• Fat Hen (the flower/seed-whitened stalks waving in the center-right foreground) – I’m fairly confident in this identification, but I’ve been wrong before with this plant. Also known as White Goosefoot, relative of Quinoa and used extensively as a food plant in the past (and currently in Asia and Africa). Expect to see a post about making flour from the seeds later on when they’ve fully ripened. I’ve read that in central Europe ‘up to 50 per cent of all weed seeds present in the soil are those of fat hen’ (The Illustrated Guide to Edible Plants – Dagmar Lánská). Wikipedia provide the intriguing information that ‘[i]t is one of the more robust and competitive weeds, capable of producing crop losses of up to 13% in corn, 25% in soybeans, and 48% in sugar beets at an average plant distribution’ and furthermore that ‘[i]t is difficult to control with chemical means’. Did I tell you about seed bombs already?

Earlier and elsewhere nearby there was stacks of Yarrow, some Clover and the ubiquitous Plantains and Nettles low over the ground, most of which still remain alongside thistles, pretty white-flowering Bindweed, some tall grasses whose names I don’t know, Hogweed (whose tall, seed-laden corpses you can see on the ‘horizon’ above) and:

  • Mugwort, one of my favourite plants to rub between fingers and smell, whose flowers and leaves I’ve dried and stripped from the stalk to make a powerfully aromatic tea which is supposed to give you lucid dreams (although mine haven’t seemed particularly out-of-the-ordinary even after drinking a strong 1,5l pot of the stuff just before bedtime). PFAF warn that it ‘should never be used by pregnant women, especially in their first trimester, since it can cause a miscarriage’. First Ways had a nice post on the mischevious personality of the plant recently – clearly one I’ll have to keep a close eye on… 10 out of 10 for crazy medicinal applications:- apparently the Chinese use(d) it to successfully correct breech births!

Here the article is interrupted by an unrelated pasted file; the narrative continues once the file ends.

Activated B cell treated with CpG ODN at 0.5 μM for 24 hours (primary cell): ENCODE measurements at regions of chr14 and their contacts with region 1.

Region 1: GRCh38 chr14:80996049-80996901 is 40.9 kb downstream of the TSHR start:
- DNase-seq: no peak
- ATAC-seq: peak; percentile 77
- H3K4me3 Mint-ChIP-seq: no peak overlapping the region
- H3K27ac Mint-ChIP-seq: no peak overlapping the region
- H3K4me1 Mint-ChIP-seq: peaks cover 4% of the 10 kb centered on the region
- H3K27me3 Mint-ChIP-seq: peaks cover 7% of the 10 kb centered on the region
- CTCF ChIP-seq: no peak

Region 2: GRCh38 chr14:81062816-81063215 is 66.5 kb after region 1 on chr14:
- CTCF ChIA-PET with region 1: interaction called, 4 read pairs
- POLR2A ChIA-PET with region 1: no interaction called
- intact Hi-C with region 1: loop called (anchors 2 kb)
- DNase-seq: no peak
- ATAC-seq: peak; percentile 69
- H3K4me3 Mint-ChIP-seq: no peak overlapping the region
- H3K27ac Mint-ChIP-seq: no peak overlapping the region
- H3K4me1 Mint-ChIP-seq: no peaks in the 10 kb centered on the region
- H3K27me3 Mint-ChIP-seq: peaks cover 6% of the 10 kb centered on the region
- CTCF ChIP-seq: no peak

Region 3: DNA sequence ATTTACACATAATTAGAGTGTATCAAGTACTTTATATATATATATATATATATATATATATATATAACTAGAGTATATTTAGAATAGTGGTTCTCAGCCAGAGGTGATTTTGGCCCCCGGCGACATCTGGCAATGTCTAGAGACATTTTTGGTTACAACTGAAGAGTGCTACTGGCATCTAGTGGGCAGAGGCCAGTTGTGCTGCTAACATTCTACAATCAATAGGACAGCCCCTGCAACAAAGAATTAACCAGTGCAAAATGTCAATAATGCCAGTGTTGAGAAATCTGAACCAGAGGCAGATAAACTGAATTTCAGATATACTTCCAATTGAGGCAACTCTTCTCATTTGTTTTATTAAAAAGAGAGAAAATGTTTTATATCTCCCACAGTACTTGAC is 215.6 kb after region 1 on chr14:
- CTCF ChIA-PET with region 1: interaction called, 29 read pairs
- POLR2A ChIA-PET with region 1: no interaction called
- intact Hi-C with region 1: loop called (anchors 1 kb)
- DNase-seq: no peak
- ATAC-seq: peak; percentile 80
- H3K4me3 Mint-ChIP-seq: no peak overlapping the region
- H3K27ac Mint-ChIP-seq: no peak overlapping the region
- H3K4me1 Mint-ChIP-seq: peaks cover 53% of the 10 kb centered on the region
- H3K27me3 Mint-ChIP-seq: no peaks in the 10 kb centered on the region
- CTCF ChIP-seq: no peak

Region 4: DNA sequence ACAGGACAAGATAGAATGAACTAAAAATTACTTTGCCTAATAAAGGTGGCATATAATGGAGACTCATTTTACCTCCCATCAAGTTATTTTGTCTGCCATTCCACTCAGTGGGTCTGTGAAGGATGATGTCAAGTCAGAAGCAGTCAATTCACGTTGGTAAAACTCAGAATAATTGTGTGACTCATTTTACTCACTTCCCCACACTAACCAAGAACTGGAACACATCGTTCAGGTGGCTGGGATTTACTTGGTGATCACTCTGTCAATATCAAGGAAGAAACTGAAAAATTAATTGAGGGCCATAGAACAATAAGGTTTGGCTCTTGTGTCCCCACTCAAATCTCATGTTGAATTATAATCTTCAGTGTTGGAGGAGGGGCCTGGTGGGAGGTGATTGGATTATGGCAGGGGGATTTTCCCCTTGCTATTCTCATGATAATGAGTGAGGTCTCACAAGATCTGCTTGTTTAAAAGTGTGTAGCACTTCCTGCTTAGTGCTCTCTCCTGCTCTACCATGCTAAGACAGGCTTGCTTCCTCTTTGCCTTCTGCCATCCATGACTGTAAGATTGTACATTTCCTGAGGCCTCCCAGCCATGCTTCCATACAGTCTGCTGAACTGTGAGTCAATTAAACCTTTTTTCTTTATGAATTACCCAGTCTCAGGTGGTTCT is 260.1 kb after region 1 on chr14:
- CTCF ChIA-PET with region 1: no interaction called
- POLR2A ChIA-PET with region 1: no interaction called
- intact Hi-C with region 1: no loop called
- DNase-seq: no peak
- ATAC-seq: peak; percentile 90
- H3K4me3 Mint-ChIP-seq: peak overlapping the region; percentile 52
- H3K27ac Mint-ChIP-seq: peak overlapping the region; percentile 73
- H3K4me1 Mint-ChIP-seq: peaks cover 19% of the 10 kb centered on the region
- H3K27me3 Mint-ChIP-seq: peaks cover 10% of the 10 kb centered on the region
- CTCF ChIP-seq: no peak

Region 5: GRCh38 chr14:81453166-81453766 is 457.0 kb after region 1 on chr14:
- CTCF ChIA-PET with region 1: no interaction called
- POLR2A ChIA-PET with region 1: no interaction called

But the real champion in the photo: the incredible forest of red-brown Dock*, gone so conspicuously to seed. Thanks to Emily Porter who tipped me off to the potential of the seed as flour without having to bother with separating the chaff (a nearly impossible feat so far as I could make out):

I once ground them up, including most of the chaff, and mixed them with regular flour to make biscuits. They had a great taste, reminiscent of buckwheat, which makes [sense] being that they are in the buckwheat family. And you know what? I don’t think it really hurts if you eat the chaff. It’s just extra fiber, not much different from oat bran muffins or the psyllium husk that is in all those products to make you “regular”. (link)

I found harvesting really easy – just grab hold at the bottom of a stem and pull your hand up, cupping the plant matter (and any unsuspecting insects or arachnids) in the palm as you go, then dump into a reasonably sound plastic bag. After drying them in a shallow tin, allowing said creepy crawlers to escape, I decided to try mixing the seeds/chaff in with other flours to make bread. First I gave my digestive system a head start by attacking them with a mortar & pestle:

(Processing left-to-right with spare stalks, grass seeds, misc. etc deposited in the top blue bowl. The small pyramid-shaped rust-red seeds impacted quite heavily on the mortar, but gradually pulverised into a whitish meal. I didn’t get too obssessive about mashing every last one.) Then I threw slightly more than a cupful of the resulting gruel into the bread machine, along with 1 cup ryeflour and 2 cups regular white flour and the usual amounts of sugar, salt, oil, yeast and warm water, plus some sunflower seeds for texture. I had to add more flour to get the right consistency – a lot of air went in with the dock seed cup. Here’s the result, three hours later (I know, I know – I got the slaves to make it for me. I’ll learn how to bake it myself eventually, promise!):